Treatment Pathways for Patients With Atrial Fibrillation

J. A. Hodgkinson; C. J. Taylor; F. D. R. Hobbs


Int J Clin Pract. 2012;66(1):44-52. 

In This Article


Atrial fibrillation (AF) is a common rhythm disorder and the most common chronic arrhythmia. AF is associated with increased morbidity and mortality,[1] and, in particular, is a major independent risk factor for stroke,[2] particularly in older patients. The prevalence of AF in the UK is more than 12/1000, but this increases to at least 10% in people aged 85 years and over[3] or to 16% according to recent data.[4]

Atrial fibrillation represents a challenging arrhythmia. A rational approach to management of the individual case depends on careful assessment of the temporal pattern of the arrhythmia, any associated cardiovascular disease and any particular features suggesting the advisability or risks of specific treatment regimens. The nature of an arrhythmia and of individual patient factors changes over time, requiring a flexible approach to long-term treatment that may be defined only after months or years.[5] In particular, key considerations are the use of anticoagulants and/or antiplatelets as antithrombotic therapy, and the pursuance of a rate- or rhythm-control approach.

Anticoagulants and the Underuse of Warfarin

There is a strong evidence base for use of anticoagulation, but it is associated with monitoring costs, and has previously been linked to a higher risk of haemorrhage compared with antiplatelet agents such as aspirin.[6–8] However, the BAFTA Trial showed no difference in haemorrhage risk, but a 52% reduction in stroke risk comparing use of warfarin with aspirin in over 75s with AF.[9]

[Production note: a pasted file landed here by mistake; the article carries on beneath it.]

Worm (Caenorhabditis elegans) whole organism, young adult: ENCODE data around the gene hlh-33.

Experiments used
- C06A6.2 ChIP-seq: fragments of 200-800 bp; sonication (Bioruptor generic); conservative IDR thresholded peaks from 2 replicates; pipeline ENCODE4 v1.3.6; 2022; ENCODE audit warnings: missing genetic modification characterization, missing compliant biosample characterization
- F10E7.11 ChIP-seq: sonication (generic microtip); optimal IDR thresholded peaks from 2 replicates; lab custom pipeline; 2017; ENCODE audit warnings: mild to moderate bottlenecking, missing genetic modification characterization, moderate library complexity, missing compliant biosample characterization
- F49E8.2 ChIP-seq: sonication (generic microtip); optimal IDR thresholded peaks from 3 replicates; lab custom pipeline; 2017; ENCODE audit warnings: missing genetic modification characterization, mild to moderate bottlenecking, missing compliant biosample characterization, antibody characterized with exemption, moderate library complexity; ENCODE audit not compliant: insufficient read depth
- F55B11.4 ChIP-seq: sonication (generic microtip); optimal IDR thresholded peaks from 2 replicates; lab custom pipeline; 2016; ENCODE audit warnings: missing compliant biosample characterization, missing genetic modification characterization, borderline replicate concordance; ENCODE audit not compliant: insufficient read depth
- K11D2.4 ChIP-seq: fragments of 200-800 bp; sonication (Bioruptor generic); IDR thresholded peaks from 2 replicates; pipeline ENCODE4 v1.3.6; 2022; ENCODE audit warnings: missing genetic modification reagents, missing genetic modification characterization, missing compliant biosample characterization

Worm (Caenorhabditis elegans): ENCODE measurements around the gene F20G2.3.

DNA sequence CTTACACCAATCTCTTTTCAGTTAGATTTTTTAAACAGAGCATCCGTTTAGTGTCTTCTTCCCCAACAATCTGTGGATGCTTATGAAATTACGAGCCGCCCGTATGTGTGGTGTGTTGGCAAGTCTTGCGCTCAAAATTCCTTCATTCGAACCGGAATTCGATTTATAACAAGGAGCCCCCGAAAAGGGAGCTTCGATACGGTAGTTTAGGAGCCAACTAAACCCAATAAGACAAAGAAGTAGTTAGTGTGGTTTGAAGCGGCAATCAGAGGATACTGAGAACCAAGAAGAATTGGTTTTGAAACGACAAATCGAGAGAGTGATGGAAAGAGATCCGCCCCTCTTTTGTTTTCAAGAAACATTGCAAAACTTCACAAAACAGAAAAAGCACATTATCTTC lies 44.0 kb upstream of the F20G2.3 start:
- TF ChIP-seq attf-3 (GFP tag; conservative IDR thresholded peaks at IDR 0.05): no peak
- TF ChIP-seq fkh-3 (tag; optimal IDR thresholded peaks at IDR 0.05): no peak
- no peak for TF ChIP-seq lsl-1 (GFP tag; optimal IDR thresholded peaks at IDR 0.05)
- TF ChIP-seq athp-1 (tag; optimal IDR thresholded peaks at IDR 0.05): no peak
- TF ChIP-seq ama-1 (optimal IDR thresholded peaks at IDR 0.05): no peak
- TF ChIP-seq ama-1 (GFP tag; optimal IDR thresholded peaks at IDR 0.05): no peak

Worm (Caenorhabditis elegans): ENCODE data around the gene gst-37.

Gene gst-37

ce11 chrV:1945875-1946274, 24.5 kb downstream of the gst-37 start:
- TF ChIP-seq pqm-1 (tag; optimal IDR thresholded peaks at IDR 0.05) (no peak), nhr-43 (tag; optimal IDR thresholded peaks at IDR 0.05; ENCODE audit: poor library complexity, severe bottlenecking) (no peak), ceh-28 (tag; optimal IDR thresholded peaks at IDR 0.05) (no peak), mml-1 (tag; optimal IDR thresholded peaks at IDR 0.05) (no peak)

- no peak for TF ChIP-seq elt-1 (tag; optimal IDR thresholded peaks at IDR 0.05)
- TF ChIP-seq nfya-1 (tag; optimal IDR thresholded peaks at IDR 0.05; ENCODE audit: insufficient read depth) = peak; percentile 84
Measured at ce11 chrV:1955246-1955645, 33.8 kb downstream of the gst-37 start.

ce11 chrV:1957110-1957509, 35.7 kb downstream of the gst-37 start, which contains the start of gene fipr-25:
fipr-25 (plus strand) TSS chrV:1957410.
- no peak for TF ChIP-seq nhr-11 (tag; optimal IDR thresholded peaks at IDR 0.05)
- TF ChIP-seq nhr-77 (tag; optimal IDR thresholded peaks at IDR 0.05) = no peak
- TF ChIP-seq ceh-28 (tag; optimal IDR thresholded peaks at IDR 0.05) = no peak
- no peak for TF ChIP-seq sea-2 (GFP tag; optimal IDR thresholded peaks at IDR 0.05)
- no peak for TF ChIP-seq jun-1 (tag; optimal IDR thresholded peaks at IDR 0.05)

The NICE atrial fibrillation guidelines[10] recommend that the decision to prescribe anticoagulants should be made on the basis of stroke risk, and that on the basis of this assessment, people are divided into three categories (Figure 1).

Figure 1.

Categories of stroke risk and appropriate treatment according to NICE AF guidelines

This closely mirrors CHADS2 (Figure 2), a scoring system used for patients with AF to determine their risk of stroke, and therefore decide who should receive anticoagulation and who should not[11] and that has been validated amongst an independent population.[12]

Figure 2.

CHADS2 score for AF stroke risk

Warfarin is underused for stroke prevention in AF.[13–15] NICE estimated that an additional 165,946 patients should be on warfarin – almost 50% of those estimated as requiring warfarin.[16]

This pattern of underuse of warfarin recurs internationally. An analysis of trends in the medical therapy of AF in the United States from 1991 through 2000 found that only 46.5% of patients at high risk for stroke were taking anticoagulants in 1999–2000.[17] Even US research as recent as 2005–2008 found that warfarin use varied inversely with CHADS2.[18]

A cross-sectional study of 1178 patients with AF attending 12 emergency departments (EDs) in Spain found that 89% of the patients not taking anticoagulants had indications for anticoagulation, with 63% of these patients having two or more risk factors.[19] The pattern of underuse of warfarin recurs in Switzerland,[20] Japan[21] and Greece.[22]

In this article, we consider the relationship between stroke risk scores (using CHADS2) and use of anticoagulant therapy, in particular whether there is a relationship in the probability of transition to or away from particular treatment regimen by risk strata, and if there is any evidence of a change in this relationship in more recent times. Our hypothesis is that, comparative to patients in lower stroke risk categories (as measured by CHADS2 score), patients with higher CHADS2 scores are less likely to discontinue anticoagulant therapy or, if not started on anticoagulant treatment, more likely to be transferred to anticoagulant therapy, in keeping with guideline recommendations.


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